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Lesson 2: Types of Modules
Lesson of the Week:
Types of Modules
Last week, we introduced the concept of the Minimum Viable Newsletter. The idea is to fit the newsletter to your lifestyle, not the other way around, so you can stick with it.
The best way we have found to create the minimum newsletter is to break it down into parts. Each part of your newsletter you can think of as a module.
You should be able to fill in your modules easily each week. You can think of the modules themselves as things you are already into and do regularly. For example, if you watch many YouTube videos regularly, bookmark and share the best one. If you consume a lot of tweets, share the best ones. This newsletter itself is constructed with three modules: "The Lesson of the week," "The Newsletter of the week," and "The tip of the week."
At first sight, you may not think there is a lot of value in that. But we know from experience that curating and sharing the best things with your close circle of followers leads to conversations and new ideas. It also leads to a publishing cadence and a newsletter you can stick with.
We gave some examples of modules we've seen in the wild, but let's dive deeper into a few others.
A Curation Module: Probably the most popular module we have seen and one of the easiest to do. Curation is simply linking to content that you consume regularly. For example, the list is endless: YouTube videos, Tweets, podcasts, a chapter in a book, essays. A simple enhancement to this module that leads to more conversations and ideas is adding commentary - why do you find this content interesting? What did you learn from it?
A Module with your own writing: Another popular module is your own writing. Use your newsletter and captive audience to showcase your own writing. Your audience has subscribed for a reason - give them what they came for. If you have an older essay, a recent tweet thread, or something else, link to it and tell people why they should read it.
A Recipes module: Do you cook every week? Share a picture and the recipe. Cooking is an aspirational skill for many people. Your cooking skill level is always higher than you think. Where did you find the recipe? Is there an interesting story there? A childhood memory or a special occasion? Nothing connects people like food.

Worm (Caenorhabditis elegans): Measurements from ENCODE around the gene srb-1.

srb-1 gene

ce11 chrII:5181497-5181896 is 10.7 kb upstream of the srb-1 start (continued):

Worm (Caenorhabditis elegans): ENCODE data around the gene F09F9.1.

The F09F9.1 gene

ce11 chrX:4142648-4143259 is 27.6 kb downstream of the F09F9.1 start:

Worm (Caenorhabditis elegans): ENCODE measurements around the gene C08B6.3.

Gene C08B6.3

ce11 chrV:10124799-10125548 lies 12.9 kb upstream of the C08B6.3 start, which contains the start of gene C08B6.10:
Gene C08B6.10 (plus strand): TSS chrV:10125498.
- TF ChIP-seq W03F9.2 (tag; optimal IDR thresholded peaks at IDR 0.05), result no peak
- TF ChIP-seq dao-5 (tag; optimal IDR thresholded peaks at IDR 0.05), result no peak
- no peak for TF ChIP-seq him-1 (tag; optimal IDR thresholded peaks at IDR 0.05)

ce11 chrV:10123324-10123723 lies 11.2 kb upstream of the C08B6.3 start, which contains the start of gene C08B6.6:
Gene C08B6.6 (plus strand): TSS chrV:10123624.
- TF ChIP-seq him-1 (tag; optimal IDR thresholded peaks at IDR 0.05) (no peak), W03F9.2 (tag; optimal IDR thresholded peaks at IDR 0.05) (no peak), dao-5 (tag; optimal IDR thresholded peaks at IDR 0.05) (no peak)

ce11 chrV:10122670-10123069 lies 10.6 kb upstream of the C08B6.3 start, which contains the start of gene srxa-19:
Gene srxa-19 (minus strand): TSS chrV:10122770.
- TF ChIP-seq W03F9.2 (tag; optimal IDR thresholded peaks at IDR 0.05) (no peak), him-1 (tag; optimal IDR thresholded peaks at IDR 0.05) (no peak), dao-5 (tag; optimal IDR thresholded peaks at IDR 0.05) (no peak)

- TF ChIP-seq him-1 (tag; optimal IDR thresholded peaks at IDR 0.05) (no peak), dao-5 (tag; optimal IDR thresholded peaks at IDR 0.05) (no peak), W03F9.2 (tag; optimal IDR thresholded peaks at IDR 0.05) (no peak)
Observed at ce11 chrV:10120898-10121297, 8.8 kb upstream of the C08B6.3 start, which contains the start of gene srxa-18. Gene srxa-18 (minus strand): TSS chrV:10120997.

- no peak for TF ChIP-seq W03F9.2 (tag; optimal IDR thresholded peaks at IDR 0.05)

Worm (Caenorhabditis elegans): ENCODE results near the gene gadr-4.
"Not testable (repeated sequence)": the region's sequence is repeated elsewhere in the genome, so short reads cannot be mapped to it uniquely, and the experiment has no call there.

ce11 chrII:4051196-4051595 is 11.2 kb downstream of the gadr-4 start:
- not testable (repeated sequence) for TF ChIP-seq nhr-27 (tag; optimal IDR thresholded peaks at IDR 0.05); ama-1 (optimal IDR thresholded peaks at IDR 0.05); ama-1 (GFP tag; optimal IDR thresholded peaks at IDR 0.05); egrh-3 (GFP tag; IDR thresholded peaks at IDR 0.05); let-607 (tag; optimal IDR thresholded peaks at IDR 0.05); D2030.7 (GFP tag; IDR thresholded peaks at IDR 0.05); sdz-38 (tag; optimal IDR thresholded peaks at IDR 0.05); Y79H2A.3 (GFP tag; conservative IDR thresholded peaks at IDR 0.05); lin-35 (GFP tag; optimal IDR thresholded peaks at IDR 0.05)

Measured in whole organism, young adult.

A Drawings Module: Draw every week? Share a drawing. People love seeing expertise. Don't think you're an expert at drawing? You're an expert to those just starting out on the journey. Besides, this doesn't have to be drawing; it can be any creative hobby that you do.
A Module With Use Cases: If you write on a specific topic, a module of examples of use cases in your topic would be interesting and engaging to readers. Abstract theory may be interesting, but nothing like seeing the topic in real life grabs attention. In the same way that stories make writing interesting, Use Cases make your topic more interesting. Share your use cases with your newsletter readers.
A Solutions Module: A problem you came across/solved. Everyone has problems that come up, and most of these problems are relatable to other people. If you've figured out a solution, it's broadly interesting.
These are just some examples. The key is to see what is happening in your life and use it. Think of your newsletter as a log of your interests. The most important thing about your modules are that they come from your life. It's recording your life, not producing more content.
Newsletters of the Week:
Here are two newsletters that showcase the use of modules.
Newsletter Adventure with Christine has three modules - (1) a short essay, (2) Building in Public, (3) Weekly Resources and Lessons
Christine starts off with a short essay reflecting on a recent event in her life. This week, it was on the courses that she’s signed up for. Her second module is called “Building in Public” where she recaps the progress she’s made in her projects. Finally, she has a module called “Weekly Resources and Lessons”. In this section, she shares a link in three areas that are important to her: Fitness, Writing, and Life.
The Middle Way by Christian Champ also demonstrates a wide range of modules. Christian has four modules: (1) an essay, (2) Things to Think About, (3) Things to Listen, See, and Watch, (4) Words of Wisdom
Christian writes an essay every newsletter. This week’s was on how doing hard things makes your life easier in the long run. His second module, Things to Think About, curates essays that he finds interesting. He adds commentary on why it’s interesting to him and how he applies the ideas. His third module, “Things to Listen, See, and Watch” is a curation of twitter threads, podcasts, and YouTube videos, again with commentary. He skipped this module this week. Finally, he ends with Words of Wisdom, a collection of quotes with no commentary.
Tip of the Week:
Emojis! Emojis are a great way to catch your reader’s eye. They can interrupt skimming, mark where there’s a new section, and insert some emotion. You can see examples of all of these in both Christine’s and Christian’s newsletters.
Thank you for reading. We hope you have a wonderful weekend. If you enjoyed this newsletter, please share it with a friend or two.
Louie & Chris
P.S. you can respond directly to this email. We read every reply. We'd love to hear from you.
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